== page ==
Mrs. Clinton: with your back smack against the wall, don't you think it might be time to do something so daring, so risktaking -- that yes, the whole world might just crumble around you if you do it, but at least you'll know you used every weapon in your arsenal before getting creamed by the younger, dreamier version of your husband?
It's simple. Tonight, find a way a way to be humble. If you can, find a way to admit to a mistake. Go so far as to actually admit that you lost in Iowa, but that you *learned* from the experience. That voters told you something you actually heard.
Let me ask you: are you irritated by all those people who keep calling on you to show some vulnerability? At first I was annoyed, too. But now, I think I know what they mean. They don't want you to cry. They don't want you to be submissive or weak. They want you to show us that you know how to own your mistakes, to take responsibility the times you do less than well.
Your world is not going to fall apart if you do this. I promise. We all promise. And if it does, maybe this just isn't the job for you. The guy we have right now can't admit to mistakes, and no one thinks the job is for him either.
Unfortuantely though, if today's Note is any indication, humility doesn't seem to be on tonight's menu. When talking about your Iowa defeat, you didn't seem interested in acknowledging either culpability or lessons learned:
"The bruised-but-not-beaten narrative would seem to be the favorite storyline -- but Sen. Clinton isn't leading with humility. Rather than acknowledge defeat and say she's learning from the licks she's taken, she's...slamming Iowa? Imagine how badly Clinton would have lost the caucuses if these sentences were uttered 24 hours earlier: "You're not disenfranchised if you work at night," she said of the New Hampshire primary. "You're not disenfranchised if you're not in the state."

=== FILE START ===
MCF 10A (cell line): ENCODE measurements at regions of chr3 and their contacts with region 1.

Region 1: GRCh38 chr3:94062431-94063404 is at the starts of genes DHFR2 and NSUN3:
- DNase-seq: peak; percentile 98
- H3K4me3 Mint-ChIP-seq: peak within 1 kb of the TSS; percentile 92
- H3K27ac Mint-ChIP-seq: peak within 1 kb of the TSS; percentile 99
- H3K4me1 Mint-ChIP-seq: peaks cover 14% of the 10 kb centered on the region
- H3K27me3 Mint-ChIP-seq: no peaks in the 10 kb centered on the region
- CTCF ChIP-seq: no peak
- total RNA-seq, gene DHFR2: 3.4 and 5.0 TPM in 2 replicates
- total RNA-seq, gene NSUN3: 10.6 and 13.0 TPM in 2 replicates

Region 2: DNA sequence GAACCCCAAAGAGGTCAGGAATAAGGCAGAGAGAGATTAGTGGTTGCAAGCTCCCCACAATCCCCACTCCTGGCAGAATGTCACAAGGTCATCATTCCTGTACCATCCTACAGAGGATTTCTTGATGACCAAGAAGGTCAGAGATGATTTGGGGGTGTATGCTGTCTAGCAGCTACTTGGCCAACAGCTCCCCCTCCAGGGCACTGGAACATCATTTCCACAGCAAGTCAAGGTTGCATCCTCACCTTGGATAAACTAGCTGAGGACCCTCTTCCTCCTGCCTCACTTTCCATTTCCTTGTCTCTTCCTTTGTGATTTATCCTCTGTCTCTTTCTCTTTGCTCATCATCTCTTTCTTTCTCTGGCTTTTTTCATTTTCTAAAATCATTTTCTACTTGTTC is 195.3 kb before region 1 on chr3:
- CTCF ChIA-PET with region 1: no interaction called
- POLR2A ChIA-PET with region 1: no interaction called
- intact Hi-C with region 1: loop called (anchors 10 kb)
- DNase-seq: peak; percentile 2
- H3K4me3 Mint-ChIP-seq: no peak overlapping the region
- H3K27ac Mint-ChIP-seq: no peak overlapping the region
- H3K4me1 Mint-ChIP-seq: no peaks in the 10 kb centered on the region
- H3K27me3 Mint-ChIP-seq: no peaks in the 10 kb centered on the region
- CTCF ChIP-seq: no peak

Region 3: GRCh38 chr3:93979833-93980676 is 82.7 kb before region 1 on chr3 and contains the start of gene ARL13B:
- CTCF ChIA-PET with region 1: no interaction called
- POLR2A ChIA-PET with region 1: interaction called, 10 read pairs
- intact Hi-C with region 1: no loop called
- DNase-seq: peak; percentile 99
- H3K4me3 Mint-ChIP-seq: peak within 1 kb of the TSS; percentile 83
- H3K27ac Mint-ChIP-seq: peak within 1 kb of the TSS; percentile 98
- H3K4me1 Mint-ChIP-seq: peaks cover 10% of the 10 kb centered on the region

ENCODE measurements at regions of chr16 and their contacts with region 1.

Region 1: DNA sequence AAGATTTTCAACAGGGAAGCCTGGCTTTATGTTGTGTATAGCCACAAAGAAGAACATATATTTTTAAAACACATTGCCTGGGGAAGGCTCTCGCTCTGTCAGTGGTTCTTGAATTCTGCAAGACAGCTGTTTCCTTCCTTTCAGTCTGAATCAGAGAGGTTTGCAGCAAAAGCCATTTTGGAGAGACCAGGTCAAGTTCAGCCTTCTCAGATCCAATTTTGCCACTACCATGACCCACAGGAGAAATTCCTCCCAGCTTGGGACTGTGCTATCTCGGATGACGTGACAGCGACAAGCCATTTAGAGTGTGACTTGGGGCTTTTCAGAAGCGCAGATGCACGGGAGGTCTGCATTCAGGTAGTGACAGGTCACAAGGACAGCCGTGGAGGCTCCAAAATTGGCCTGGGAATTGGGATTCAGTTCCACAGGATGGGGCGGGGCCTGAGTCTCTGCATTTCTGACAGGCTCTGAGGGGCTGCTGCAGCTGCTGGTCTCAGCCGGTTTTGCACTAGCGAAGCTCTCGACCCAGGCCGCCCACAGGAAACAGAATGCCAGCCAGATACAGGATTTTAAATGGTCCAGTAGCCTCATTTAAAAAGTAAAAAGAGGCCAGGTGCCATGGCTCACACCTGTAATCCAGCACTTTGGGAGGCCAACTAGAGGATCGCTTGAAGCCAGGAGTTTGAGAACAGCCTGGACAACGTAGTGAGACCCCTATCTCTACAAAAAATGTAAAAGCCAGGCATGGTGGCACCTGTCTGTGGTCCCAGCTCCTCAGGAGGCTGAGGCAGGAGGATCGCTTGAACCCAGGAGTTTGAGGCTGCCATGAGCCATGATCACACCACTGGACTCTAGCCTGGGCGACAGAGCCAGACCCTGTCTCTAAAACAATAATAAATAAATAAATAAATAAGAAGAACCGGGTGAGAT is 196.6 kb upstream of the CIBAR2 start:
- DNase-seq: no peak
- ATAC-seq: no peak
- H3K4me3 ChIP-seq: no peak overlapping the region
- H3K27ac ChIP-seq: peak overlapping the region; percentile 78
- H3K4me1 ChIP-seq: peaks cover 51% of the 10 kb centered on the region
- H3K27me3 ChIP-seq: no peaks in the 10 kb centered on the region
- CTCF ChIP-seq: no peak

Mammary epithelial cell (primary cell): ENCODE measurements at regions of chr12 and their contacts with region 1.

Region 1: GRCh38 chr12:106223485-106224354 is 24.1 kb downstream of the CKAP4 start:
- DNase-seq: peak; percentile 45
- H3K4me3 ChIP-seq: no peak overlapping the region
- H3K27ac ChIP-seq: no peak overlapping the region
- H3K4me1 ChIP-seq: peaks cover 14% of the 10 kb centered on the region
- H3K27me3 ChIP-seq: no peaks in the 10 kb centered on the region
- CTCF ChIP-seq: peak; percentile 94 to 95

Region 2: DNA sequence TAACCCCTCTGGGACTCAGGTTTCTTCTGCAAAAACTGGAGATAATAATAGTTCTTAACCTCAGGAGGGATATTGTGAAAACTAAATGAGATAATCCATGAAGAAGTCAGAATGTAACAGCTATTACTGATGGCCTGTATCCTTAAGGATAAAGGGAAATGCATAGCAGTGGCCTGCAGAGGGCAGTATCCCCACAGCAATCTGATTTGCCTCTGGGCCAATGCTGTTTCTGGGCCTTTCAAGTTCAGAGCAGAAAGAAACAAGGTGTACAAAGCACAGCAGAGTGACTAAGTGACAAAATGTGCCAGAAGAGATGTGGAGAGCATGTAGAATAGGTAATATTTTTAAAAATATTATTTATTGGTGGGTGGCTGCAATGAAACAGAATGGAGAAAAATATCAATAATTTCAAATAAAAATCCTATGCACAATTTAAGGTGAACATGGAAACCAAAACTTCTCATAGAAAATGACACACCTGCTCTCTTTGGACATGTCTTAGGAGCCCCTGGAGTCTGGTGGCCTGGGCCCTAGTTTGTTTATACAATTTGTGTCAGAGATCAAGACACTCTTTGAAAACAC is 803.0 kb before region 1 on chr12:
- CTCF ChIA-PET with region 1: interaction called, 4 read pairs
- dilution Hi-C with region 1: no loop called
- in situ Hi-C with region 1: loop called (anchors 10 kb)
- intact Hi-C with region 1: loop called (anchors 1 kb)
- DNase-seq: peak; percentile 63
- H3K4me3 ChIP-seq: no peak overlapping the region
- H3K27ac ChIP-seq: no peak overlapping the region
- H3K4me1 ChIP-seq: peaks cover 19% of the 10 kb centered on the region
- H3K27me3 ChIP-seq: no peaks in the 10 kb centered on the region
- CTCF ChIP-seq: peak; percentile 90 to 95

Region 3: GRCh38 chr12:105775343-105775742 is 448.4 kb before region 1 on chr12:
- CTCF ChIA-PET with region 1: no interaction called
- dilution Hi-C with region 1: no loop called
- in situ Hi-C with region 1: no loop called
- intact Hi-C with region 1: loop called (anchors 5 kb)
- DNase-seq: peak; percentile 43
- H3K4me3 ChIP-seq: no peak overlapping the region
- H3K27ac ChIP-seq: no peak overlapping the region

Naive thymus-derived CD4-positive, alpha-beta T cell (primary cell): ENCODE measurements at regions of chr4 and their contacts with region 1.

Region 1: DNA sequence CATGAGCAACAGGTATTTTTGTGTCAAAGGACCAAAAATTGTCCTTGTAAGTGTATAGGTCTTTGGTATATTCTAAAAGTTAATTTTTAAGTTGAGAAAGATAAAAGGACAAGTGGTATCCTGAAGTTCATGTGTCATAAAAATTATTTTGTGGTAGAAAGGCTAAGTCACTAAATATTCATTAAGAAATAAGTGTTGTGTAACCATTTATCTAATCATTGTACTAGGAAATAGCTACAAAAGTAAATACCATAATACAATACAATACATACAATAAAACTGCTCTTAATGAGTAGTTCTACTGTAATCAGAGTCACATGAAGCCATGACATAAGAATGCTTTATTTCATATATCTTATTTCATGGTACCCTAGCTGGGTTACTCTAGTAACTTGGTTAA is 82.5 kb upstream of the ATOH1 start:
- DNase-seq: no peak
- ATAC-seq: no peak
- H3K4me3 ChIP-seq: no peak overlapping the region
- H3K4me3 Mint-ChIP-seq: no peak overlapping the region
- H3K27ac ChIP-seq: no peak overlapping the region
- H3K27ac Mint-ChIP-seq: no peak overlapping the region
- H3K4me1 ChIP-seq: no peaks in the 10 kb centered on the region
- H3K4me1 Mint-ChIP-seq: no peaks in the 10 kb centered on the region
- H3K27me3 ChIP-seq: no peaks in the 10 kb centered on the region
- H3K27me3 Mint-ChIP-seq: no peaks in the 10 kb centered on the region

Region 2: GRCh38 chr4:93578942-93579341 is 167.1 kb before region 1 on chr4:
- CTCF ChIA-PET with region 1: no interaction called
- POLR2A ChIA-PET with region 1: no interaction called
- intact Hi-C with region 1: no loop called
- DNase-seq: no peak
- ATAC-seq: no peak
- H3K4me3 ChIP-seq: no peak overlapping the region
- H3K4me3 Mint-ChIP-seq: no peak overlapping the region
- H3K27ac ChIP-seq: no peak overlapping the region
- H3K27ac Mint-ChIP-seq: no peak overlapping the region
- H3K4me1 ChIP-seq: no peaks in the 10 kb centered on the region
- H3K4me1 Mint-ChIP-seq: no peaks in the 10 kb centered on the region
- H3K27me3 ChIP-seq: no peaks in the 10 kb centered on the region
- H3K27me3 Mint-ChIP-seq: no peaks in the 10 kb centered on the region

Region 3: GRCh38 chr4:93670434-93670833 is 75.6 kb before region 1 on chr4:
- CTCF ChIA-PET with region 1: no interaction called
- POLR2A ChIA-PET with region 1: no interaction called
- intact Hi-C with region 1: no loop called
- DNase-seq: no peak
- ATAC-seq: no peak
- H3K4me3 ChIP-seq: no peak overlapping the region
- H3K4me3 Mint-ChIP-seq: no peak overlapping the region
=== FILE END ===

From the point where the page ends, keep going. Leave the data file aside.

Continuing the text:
If somehow you learned in your youth that apology = weakness, please, de-learn this. Fake it if you have to. We're on our eighth year of this. The least we can expect from our leadership is a little humility, because no matter how smart and experienced they are, they are still human, they are still flawed, and the universe is going to find ways to stump them, maybe even knock them out.
Last February, William Saletan wrote a powerful piece outlining your apology problem. His piece was primarily about your refusal to apologize for your Senate resolution vote authorizing force in Iraq, ultimately comparing you to George Bush. His conclusion was pretty withering:
"Voters just repudiated a president who thinks that stubbornness is responsibility and that admitting mistakes is groveling. The way to act responsibly is not to act like him. It also happens to be the way to get elected. And if you don't understand the former, you don't deserve the latter."
Media Matters took interest in Chris Matthew's curious insistence that you refuse to apologize for fear of gender-based attacks. If that's true, you need to jump over that shadow pronto. You should know by now that *no one* thinks of you as some ditzy, dithering, weak-willed woman. Right now, you come off as mighty stubborn. And no matter how much we may be in agreement with many of your objectives, that stubbornness, that freight train one-way energy, that "you're either with us or against us" sabotages working relationships with other decision-makers, and clogs up your ability to take in new, vital information at critical points in time.
In my experience, the problem with people who know "everything" is that because they know "everything," they'll see the cliff ahead and keep on chugging because all their beautiful learned calculations say stay the course. The cliff may be fully visible, but that same beautiful mind will excuse the cliff away as immaterial -- and shush away well-meaning calls of warning. And there they go: chug, chug, chug right over the cliff. Problem is that when you're president, you take us all with you.